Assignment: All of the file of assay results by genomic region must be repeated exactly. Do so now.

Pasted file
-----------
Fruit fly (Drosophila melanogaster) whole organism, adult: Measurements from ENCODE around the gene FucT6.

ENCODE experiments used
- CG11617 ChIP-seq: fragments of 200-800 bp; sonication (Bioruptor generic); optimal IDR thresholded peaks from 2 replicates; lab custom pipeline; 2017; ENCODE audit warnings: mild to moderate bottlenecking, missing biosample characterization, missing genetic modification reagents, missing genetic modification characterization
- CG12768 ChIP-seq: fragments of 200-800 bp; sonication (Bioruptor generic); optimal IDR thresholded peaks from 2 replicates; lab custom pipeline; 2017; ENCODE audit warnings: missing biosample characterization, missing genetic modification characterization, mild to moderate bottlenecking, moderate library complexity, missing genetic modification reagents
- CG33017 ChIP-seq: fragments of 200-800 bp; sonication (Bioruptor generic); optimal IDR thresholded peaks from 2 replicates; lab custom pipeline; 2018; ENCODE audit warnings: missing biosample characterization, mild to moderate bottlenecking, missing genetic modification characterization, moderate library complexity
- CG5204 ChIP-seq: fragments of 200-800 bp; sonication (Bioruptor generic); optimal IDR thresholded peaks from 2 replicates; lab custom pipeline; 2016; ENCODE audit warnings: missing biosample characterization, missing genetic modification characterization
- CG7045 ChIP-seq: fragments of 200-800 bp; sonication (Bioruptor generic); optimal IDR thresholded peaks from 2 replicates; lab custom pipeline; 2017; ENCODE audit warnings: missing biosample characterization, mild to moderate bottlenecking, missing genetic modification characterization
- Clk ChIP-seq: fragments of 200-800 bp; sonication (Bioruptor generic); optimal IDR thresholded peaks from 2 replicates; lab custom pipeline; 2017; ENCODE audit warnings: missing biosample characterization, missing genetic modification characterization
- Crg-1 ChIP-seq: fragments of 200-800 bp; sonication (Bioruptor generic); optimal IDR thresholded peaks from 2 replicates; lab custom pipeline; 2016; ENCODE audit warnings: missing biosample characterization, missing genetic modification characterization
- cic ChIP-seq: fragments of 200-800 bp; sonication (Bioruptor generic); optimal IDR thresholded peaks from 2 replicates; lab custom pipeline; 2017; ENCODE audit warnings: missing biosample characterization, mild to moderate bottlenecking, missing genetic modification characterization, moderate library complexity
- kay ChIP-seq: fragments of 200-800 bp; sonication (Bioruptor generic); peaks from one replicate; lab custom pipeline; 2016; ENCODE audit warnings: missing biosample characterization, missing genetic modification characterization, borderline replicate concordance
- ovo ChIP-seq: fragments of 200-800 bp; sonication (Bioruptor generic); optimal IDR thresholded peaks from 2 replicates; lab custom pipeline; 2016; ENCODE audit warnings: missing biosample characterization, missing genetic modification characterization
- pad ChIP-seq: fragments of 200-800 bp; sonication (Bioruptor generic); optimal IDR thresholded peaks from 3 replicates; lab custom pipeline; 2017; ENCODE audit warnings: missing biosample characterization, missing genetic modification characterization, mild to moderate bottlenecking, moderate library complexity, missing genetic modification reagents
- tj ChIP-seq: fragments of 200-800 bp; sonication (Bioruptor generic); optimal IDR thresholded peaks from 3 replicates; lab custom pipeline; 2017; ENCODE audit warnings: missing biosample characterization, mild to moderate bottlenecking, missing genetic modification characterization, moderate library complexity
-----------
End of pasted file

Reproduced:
Fruit fly (Drosophila melanogaster) whole organism, adult: Measurements from ENCODE around the gene FucT6.

ENCODE experiments used
- CG11617 ChIP-seq: fragments of 200-800 bp; sonication (Bioruptor generic); optimal IDR thresholded peaks from 2 replicates; lab custom pipeline; 2017; ENCODE audit warnings: mild to moderate bottlenecking, missing biosample characterization, missing genetic modification reagents, missing genetic modification characterization
- CG12768 ChIP-seq: fragments of 200-800 bp; sonication (Bioruptor generic); optimal IDR thresholded peaks from 2 replicates; lab custom pipeline; 2017; ENCODE audit warnings: missing biosample characterization, missing genetic modification characterization, mild to moderate bottlenecking, moderate library complexity, missing genetic modification reagents
- CG33017 ChIP-seq: fragments of 200-800 bp; sonication (Bioruptor generic); optimal IDR thresholded peaks from 2 replicates; lab custom pipeline; 2018; ENCODE audit warnings: missing biosample characterization, mild to moderate bottlenecking, missing genetic modification characterization, moderate library complexity
- CG5204 ChIP-seq: fragments of 200-800 bp; sonication (Bioruptor generic); optimal IDR thresholded peaks from 2 replicates; lab custom pipeline; 2016; ENCODE audit warnings: missing biosample characterization, missing genetic modification characterization
- CG7045 ChIP-seq: fragments of 200-800 bp; sonication (Bioruptor generic); optimal IDR thresholded peaks from 2 replicates; lab custom pipeline; 2017; ENCODE audit warnings: missing biosample characterization, mild to moderate bottlenecking, missing genetic modification characterization
- Clk ChIP-seq: fragments of 200-800 bp; sonication (Bioruptor generic); optimal IDR thresholded peaks from 2 replicates; lab custom pipeline; 2017; ENCODE audit warnings: missing biosample characterization, missing genetic modification characterization
- Crg-1 ChIP-seq: fragments of 200-800 bp; sonication (Bioruptor generic); optimal IDR thresholded peaks from 2 replicates; lab custom pipeline; 2016; ENCODE audit warnings: missing biosample characterization, missing genetic modification characterization
- cic ChIP-seq: fragments of 200-800 bp; sonication (Bioruptor generic); optimal IDR thresholded peaks from 2 replicates; lab custom pipeline; 2017; ENCODE audit warnings: missing biosample characterization, mild to moderate bottlenecking, missing genetic modification characterization, moderate library complexity
- kay ChIP-seq: fragments of 200-800 bp; sonication (Bioruptor generic); peaks from one replicate; lab custom pipeline; 2016; ENCODE audit warnings: missing biosample characterization, missing genetic modification characterization, borderline replicate concordance
- ovo ChIP-seq: fragments of 200-800 bp; sonication (Bioruptor generic); optimal IDR thresholded peaks from 2 replicates; lab custom pipeline; 2016; ENCODE audit warnings: missing biosample characterization, missing genetic modification characterization
- pad ChIP-seq: fragments of 200-800 bp; sonication (Bioruptor generic); optimal IDR thresholded peaks from 3 replicates; lab custom pipeline; 2017; ENCODE audit warnings: missing biosample characterization, missing genetic modification characterization, mild to moderate bottlenecking, moderate library complexity, missing genetic modification reagents
- tj ChIP-seq: fragments of 200-800 bp; sonication (Bioruptor generic); optimal IDR thresholded peaks from 3 replicates; lab custom pipeline; 2017; ENCODE audit warnings: missing biosample characterization, mild to moderate bottlenecking, missing genetic modification characterization, moderate library complexity